Street-smart Vincent tutors Oliver on life’s practical necessities — like learning how to fistfight, making various types of exotic wagers at the racetrack, how to sit at a bar and order a straight bourbon, and let’s just say “other” hedonistic pursuits. Naturally, Vincent’s aloof attitude and self-centeredness combined with his scandalous personal habits become the movie’s focal point, pitting the weirdest babysitter in human history against everyone else in the film — from the mother to his bookie.
But along the way, we discover some things about Vincent we didn’t expect. Moreover, as this odd couple begin spending more time together — Vincent the moocher and Oliver the Catholic schoolboy — an emotional bond forms. Vincent teaches Oliver a few things. But in turn it’s really Vincent who needs this relationship more.
Written and directed by Theodore Melfi, everyone in the audience sees where “St. Vincent” is headed. It’s obvious about midway through the film. What starts off as a curmudgeon-centered comedy gradually evolves into a far more serious movie that’s heartwarming, and even emotionally stirring, at times. Some minor credibility lapses and predictability can be forgiven however, since the performances by everyone are so strong. We end up rooting for each character, who has very different needs, in their own way.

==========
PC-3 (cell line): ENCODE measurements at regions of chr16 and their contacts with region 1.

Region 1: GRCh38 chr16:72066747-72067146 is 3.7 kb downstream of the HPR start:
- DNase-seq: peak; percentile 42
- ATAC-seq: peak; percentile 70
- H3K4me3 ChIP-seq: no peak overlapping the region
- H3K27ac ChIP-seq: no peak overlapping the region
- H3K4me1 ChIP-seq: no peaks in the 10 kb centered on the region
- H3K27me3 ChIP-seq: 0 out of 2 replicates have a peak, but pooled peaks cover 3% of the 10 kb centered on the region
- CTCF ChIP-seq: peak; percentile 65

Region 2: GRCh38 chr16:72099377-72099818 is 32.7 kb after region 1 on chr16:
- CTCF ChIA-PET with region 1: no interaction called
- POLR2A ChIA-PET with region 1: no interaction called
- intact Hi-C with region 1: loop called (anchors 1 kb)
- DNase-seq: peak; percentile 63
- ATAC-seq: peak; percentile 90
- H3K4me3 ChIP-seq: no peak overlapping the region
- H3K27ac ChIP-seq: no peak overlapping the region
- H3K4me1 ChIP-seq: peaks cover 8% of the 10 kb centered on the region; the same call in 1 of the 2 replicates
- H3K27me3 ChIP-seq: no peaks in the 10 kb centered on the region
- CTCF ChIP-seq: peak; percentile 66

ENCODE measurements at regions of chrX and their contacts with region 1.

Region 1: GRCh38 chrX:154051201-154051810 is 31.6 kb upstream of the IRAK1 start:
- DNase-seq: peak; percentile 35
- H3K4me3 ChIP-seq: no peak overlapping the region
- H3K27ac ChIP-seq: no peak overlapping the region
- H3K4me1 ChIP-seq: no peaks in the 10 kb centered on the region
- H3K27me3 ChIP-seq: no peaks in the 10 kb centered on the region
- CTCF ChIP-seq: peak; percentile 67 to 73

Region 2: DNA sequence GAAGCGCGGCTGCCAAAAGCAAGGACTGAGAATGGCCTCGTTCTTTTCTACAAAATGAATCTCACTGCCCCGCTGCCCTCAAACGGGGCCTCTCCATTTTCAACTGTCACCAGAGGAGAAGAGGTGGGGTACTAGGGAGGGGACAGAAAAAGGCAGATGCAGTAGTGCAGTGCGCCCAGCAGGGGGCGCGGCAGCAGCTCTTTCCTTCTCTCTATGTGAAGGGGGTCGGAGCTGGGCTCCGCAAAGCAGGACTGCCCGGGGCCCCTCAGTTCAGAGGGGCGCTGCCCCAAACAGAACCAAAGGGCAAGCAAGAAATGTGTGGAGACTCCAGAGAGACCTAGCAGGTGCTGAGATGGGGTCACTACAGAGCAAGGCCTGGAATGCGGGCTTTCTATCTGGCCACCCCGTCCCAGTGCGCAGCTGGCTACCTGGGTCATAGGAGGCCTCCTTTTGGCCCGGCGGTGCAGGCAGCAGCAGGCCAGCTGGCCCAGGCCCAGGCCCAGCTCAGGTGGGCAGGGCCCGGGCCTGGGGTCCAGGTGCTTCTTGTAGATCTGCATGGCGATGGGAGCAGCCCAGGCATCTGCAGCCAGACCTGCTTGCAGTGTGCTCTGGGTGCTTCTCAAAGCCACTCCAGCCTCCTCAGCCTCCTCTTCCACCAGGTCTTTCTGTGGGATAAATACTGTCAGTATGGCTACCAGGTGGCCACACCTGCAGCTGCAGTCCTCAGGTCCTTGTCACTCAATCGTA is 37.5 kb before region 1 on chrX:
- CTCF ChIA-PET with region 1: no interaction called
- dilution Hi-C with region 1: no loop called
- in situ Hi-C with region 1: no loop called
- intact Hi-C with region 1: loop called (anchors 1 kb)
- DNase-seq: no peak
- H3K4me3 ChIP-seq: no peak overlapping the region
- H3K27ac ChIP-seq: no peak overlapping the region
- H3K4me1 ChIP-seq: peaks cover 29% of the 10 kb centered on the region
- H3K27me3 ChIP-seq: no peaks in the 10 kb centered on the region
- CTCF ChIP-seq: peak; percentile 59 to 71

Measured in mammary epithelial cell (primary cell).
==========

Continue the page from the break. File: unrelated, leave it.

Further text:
Without giving away too much of the plot or ending, when the credits roll at the conclusion of the film, Murray is seen sitting outside alone in his back yard, singing badly off-key to Bob Dylan’s acoustical classic “Shelter From the Storm.”
There’s a certain poignancy to this final moment. Watching Murray as Vincent light up yet another smoke, watering a dead plant starved from neglect becomes oddly mesmerizing. Dead plants need love, too. And there’s no deader soul in this movie than St. Vincent. Oblivious to anything that goes on outside of his chain-link fence, the closing scene seals our affection because it reveals something we don’t expect to find in a man so horribly flawed.
In 1964, the first segment of the highly-acclaimed “Up Series” was released in England.